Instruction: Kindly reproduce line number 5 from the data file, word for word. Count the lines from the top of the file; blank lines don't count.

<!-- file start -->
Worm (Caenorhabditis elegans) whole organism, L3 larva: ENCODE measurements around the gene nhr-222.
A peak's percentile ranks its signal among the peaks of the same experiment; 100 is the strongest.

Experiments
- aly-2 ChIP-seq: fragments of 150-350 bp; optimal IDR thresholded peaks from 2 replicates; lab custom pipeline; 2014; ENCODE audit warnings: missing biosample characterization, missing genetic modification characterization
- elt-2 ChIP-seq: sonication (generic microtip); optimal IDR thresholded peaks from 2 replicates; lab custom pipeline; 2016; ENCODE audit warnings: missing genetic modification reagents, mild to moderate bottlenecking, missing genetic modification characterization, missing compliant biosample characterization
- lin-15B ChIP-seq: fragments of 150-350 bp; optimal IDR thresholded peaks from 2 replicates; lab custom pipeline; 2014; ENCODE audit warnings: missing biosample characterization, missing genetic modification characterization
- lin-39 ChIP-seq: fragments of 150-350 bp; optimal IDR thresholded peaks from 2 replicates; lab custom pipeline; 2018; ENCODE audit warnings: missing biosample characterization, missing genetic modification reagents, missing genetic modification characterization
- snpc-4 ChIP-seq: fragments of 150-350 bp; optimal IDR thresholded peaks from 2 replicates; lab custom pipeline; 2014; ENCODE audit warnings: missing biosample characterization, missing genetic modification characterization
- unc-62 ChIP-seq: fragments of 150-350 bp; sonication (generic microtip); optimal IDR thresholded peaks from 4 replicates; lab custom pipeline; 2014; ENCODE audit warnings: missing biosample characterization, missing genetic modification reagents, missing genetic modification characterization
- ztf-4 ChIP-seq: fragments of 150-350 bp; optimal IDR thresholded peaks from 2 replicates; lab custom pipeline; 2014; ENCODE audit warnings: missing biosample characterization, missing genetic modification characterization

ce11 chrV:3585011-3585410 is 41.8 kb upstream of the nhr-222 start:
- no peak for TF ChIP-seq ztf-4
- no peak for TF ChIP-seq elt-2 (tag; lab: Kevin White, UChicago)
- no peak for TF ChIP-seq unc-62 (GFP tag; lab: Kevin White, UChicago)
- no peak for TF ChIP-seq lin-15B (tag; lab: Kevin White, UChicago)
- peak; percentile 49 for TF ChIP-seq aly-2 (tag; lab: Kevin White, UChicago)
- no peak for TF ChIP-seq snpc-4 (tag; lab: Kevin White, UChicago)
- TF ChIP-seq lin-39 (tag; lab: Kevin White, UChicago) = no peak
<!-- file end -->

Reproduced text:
- elt-2 ChIP-seq: sonication (generic microtip); optimal IDR thresholded peaks from 2 replicates; lab custom pipeline; 2016; ENCODE audit warnings: missing genetic modification reagents, mild to moderate bottlenecking, missing genetic modification characterization, missing compliant biosample characterization